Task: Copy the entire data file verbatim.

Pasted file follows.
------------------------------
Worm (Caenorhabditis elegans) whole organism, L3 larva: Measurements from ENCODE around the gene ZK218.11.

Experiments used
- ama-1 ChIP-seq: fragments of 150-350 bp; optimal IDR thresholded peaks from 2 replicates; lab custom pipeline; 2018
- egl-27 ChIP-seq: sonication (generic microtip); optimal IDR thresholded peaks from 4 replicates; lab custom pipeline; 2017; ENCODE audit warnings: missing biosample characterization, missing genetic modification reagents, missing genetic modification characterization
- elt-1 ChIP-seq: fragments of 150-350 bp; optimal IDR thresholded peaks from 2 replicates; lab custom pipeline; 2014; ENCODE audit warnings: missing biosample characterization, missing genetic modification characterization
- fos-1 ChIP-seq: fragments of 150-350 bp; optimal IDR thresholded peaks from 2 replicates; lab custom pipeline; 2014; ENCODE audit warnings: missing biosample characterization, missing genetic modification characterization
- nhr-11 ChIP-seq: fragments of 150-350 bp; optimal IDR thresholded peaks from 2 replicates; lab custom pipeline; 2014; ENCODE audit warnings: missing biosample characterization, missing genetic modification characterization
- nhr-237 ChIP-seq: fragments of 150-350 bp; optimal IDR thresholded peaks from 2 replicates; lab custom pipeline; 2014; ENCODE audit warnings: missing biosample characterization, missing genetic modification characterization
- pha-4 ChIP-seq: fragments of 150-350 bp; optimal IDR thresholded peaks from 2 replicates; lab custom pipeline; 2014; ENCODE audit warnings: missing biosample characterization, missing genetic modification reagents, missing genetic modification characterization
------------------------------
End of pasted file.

Worm (Caenorhabditis elegans) whole organism, L3 larva: Measurements from ENCODE around the gene ZK218.11.

Experiments used
- ama-1 ChIP-seq: fragments of 150-350 bp; optimal IDR thresholded peaks from 2 replicates; lab custom pipeline; 2018
- egl-27 ChIP-seq: sonication (generic microtip); optimal IDR thresholded peaks from 4 replicates; lab custom pipeline; 2017; ENCODE audit warnings: missing biosample characterization, missing genetic modification reagents, missing genetic modification characterization
- elt-1 ChIP-seq: fragments of 150-350 bp; optimal IDR thresholded peaks from 2 replicates; lab custom pipeline; 2014; ENCODE audit warnings: missing biosample characterization, missing genetic modification characterization
- fos-1 ChIP-seq: fragments of 150-350 bp; optimal IDR thresholded peaks from 2 replicates; lab custom pipeline; 2014; ENCODE audit warnings: missing biosample characterization, missing genetic modification characterization
- nhr-11 ChIP-seq: fragments of 150-350 bp; optimal IDR thresholded peaks from 2 replicates; lab custom pipeline; 2014; ENCODE audit warnings: missing biosample characterization, missing genetic modification characterization
- nhr-237 ChIP-seq: fragments of 150-350 bp; optimal IDR thresholded peaks from 2 replicates; lab custom pipeline; 2014; ENCODE audit warnings: missing biosample characterization, missing genetic modification characterization
- pha-4 ChIP-seq: fragments of 150-350 bp; optimal IDR thresholded peaks from 2 replicates; lab custom pipeline; 2014; ENCODE audit warnings: missing biosample characterization, missing genetic modification reagents, missing genetic modification characterization